Can democracy survive without religion?


Is religion an antidote to populism or does it facilitate illiberal politics? Can democracy survive without religion?

“Religious frameworks for engaging the world have not disappeared, even in the West, but rather have adapted to the times. There are as many ‘churches’ as there are communities, and their members’ solidarities and activism patently shape public life,” note analysts Nora Fisher-Onar and Ahmet Erdi Öztürk.

“While religion-wielding populist leaders are not presently in power in most of Europe, it is plausible that they will seize upon the economic devastation wreaked by COVID—19 to propound ethno-religious politics claiming continuity with an imagined past of religiously defined, civilizational purity,” they write for the LSE:

Such a move would pose an answer to the Olivier Roy question in his 2019 book, Is Europe Christian? That is, it could precipitate the reimagination of Europe-an identity in exclusionary ethno-religious terms by persons bearing a religious identity – an outcome which would be achieved through polarising tactics, and in opposition to both social de-Christianisation and Christian Democracy.

“What is certain is that attempts to harness the power of religious referents to populist nationalism and transnational alliances will not conveniently disappear because they are objectionable to liberal sensibilities, secular and pious alike,” they conclude.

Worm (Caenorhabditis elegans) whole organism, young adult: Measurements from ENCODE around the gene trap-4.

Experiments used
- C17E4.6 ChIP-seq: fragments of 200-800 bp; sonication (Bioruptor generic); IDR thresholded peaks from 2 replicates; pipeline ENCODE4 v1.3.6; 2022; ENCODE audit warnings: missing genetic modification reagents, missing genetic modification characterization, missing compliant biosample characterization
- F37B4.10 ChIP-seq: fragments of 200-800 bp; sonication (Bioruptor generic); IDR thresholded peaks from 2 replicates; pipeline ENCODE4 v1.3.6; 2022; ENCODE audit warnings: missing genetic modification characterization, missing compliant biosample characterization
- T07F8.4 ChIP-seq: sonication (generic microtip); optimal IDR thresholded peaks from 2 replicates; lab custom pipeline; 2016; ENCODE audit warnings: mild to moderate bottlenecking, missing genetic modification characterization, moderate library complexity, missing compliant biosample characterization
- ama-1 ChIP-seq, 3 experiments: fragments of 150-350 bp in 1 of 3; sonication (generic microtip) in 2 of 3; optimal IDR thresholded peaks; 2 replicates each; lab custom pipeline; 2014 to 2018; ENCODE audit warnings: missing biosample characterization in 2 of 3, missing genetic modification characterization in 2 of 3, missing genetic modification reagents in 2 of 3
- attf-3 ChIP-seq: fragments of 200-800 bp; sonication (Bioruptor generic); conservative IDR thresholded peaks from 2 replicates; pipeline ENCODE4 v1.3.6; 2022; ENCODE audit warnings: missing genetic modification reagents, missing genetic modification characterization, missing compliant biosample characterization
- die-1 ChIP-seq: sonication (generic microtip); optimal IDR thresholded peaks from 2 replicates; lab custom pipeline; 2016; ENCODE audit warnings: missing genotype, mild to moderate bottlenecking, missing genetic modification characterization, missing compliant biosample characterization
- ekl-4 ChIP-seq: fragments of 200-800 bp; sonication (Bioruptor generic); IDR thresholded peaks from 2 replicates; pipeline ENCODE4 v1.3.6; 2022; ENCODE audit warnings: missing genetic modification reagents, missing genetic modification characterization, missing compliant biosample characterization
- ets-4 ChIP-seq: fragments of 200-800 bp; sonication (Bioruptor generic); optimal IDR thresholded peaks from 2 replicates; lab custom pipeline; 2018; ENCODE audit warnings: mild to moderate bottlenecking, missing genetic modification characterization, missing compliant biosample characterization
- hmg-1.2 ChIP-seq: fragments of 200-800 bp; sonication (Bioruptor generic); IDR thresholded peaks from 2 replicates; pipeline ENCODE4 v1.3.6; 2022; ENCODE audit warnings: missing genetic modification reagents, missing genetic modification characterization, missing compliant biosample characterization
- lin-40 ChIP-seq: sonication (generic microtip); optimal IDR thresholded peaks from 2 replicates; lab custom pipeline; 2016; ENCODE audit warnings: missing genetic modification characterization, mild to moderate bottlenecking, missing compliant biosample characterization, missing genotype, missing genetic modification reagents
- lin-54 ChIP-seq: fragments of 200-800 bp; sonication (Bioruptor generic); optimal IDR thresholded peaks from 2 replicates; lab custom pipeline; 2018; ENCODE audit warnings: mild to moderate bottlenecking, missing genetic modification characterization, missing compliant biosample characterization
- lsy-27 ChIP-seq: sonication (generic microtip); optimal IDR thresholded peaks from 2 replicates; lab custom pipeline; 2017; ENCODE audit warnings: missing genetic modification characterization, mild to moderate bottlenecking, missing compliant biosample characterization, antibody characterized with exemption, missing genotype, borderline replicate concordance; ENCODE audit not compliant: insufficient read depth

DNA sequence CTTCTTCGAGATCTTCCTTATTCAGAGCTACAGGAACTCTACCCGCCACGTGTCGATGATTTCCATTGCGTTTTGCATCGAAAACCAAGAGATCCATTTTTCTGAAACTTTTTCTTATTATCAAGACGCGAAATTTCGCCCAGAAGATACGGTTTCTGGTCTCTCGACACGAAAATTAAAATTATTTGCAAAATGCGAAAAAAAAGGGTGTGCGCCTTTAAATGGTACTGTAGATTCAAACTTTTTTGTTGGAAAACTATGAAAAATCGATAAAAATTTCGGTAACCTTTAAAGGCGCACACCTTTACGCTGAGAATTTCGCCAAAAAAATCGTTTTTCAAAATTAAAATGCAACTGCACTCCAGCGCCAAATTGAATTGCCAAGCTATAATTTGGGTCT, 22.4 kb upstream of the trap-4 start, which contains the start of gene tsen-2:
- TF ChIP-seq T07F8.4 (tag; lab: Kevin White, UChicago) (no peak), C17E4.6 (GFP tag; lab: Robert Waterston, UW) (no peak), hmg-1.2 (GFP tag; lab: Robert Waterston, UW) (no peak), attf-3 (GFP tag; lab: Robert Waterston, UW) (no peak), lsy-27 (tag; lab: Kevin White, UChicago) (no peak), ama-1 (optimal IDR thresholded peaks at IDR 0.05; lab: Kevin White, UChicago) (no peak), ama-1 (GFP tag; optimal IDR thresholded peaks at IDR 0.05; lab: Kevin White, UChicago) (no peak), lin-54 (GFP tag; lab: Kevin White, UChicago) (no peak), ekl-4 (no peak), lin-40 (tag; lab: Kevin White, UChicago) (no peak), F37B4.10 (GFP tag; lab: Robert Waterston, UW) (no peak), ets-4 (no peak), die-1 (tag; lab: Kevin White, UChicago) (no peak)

In some instances, “religion has been co-opted by nationalist populism,” but a recent book illustrates how faith can also “help provide an antidote” to illiberal politics, argues Andrew Preston, author of Sword of the Spirit, Shield of Faith.

In Faith, Nationalism, and the Future of Liberal Democracy, David Elcott, C. Colt Anderson, Tobias Cremer, and Volker Haarmann explore how religion engages in the public square and how….

….. religious identity can be used to foster the exclusion of individuals and communities from citizenship, political representation, and a role in determining public policy. ….The authors examine the ways religious identity is weaponized to fuel revolts against a political, social, and economic order that values democracy in a global and strikingly diverse world… {and} offer chapters showing how Catholicism, Protestantism, and Judaism can nourish liberal democracy. 

The authors are “unusually frank in recognizing the possible affinities between their religions and a nationalist politics,” adds Michael Walzer, author of The Paradox of Liberation. “At the same time, they are wonderfully (and thankfully) persuasive in providing an account of Protestantism, Catholicism, and Judaism that can stand alongside and support liberal democracy.

On September 16, the Renew Democracy Initiative hosted “Can Democracy Survive Without Religion?” with Irshad Manji, Rabbi Jonathan Sacks, and David French.

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